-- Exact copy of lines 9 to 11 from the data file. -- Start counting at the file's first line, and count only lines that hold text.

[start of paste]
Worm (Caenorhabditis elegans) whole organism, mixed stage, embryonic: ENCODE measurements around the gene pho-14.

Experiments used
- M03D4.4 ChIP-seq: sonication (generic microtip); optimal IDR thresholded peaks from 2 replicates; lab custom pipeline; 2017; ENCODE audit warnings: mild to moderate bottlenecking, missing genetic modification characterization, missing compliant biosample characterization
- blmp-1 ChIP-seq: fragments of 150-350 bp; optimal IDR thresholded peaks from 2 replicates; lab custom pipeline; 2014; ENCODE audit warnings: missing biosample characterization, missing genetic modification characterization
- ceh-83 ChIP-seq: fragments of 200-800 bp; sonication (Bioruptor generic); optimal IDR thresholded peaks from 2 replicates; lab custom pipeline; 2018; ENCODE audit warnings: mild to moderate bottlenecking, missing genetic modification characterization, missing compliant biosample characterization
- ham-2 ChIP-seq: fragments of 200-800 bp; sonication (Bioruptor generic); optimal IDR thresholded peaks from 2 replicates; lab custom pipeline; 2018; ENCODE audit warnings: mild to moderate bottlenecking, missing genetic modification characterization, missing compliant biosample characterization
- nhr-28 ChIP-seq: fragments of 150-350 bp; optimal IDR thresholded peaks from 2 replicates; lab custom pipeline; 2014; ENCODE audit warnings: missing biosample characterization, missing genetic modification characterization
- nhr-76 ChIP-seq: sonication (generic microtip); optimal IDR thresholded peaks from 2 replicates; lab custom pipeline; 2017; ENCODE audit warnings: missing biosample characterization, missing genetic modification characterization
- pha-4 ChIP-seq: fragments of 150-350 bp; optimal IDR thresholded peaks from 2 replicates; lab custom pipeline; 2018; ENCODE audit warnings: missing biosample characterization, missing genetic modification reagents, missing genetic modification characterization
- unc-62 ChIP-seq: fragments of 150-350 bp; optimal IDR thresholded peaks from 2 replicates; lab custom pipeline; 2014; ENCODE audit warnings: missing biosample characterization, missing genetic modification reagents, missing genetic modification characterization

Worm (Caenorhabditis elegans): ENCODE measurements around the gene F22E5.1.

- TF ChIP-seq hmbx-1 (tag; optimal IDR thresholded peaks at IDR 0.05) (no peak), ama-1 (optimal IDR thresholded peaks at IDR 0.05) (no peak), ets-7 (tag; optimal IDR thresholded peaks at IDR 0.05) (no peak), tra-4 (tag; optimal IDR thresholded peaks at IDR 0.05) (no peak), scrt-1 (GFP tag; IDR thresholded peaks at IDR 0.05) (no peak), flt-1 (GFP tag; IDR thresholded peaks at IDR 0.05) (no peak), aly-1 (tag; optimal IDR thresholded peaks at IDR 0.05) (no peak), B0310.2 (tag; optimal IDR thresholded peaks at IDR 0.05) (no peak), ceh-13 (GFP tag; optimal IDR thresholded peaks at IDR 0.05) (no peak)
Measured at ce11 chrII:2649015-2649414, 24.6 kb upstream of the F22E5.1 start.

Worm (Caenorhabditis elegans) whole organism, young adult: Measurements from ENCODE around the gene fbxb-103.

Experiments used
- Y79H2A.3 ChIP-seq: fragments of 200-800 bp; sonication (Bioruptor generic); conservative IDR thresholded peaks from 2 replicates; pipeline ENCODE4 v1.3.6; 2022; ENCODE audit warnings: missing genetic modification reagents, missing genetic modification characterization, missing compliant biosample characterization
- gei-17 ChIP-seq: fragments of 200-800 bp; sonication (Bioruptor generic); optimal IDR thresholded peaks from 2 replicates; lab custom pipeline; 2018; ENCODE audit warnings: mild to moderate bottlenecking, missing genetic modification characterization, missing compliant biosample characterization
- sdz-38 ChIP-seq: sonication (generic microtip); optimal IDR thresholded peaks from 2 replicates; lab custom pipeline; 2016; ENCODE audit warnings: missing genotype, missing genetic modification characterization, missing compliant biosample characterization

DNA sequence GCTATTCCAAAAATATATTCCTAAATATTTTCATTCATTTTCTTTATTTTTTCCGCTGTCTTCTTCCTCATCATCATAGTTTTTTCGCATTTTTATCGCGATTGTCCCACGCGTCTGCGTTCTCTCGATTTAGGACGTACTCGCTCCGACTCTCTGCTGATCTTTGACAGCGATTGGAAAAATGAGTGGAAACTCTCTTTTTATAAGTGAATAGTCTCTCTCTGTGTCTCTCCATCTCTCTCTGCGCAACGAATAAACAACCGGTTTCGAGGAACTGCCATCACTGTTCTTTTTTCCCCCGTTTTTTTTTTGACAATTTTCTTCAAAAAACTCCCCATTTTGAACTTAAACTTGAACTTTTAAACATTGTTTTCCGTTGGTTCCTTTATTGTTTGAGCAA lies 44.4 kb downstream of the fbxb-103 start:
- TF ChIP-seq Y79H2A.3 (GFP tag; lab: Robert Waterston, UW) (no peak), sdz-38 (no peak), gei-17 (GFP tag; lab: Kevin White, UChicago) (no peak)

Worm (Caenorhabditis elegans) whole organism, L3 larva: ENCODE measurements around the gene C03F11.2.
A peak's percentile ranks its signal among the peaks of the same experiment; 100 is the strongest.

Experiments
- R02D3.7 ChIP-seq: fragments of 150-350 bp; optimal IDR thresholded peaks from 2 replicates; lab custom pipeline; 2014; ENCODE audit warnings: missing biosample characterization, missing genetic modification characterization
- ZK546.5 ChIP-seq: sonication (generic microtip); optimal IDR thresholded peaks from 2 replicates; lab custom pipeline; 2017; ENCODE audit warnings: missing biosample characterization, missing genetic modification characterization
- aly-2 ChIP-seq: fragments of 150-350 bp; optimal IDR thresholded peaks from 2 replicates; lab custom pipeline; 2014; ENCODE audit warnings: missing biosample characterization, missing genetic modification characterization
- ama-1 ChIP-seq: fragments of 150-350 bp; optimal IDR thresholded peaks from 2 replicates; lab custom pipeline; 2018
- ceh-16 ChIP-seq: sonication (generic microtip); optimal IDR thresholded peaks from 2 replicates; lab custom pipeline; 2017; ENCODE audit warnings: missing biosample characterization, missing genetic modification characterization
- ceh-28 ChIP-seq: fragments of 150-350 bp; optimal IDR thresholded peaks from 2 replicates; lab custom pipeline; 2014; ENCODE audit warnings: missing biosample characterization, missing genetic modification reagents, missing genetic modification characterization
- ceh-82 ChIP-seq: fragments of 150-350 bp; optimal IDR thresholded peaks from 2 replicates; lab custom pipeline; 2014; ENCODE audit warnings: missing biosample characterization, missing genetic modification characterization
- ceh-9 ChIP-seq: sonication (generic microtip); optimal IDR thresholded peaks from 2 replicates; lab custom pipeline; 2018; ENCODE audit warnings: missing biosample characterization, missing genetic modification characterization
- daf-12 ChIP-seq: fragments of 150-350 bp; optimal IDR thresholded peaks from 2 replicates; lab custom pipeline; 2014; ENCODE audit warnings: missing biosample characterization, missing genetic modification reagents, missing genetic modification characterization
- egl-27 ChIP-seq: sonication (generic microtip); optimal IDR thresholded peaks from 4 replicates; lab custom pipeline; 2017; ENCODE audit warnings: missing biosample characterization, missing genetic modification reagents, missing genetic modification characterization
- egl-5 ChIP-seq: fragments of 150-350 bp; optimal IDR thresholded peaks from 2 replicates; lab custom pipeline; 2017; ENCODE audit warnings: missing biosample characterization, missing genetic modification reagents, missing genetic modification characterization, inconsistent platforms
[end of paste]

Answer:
- pha-4 ChIP-seq: fragments of 150-350 bp; optimal IDR thresholded peaks from 2 replicates; lab custom pipeline; 2018; ENCODE audit warnings: missing biosample characterization, missing genetic modification reagents, missing genetic modification characterization
- unc-62 ChIP-seq: fragments of 150-350 bp; optimal IDR thresholded peaks from 2 replicates; lab custom pipeline; 2014; ENCODE audit warnings: missing biosample characterization, missing genetic modification reagents, missing genetic modification characterization

Worm (Caenorhabditis elegans): ENCODE measurements around the gene F22E5.1.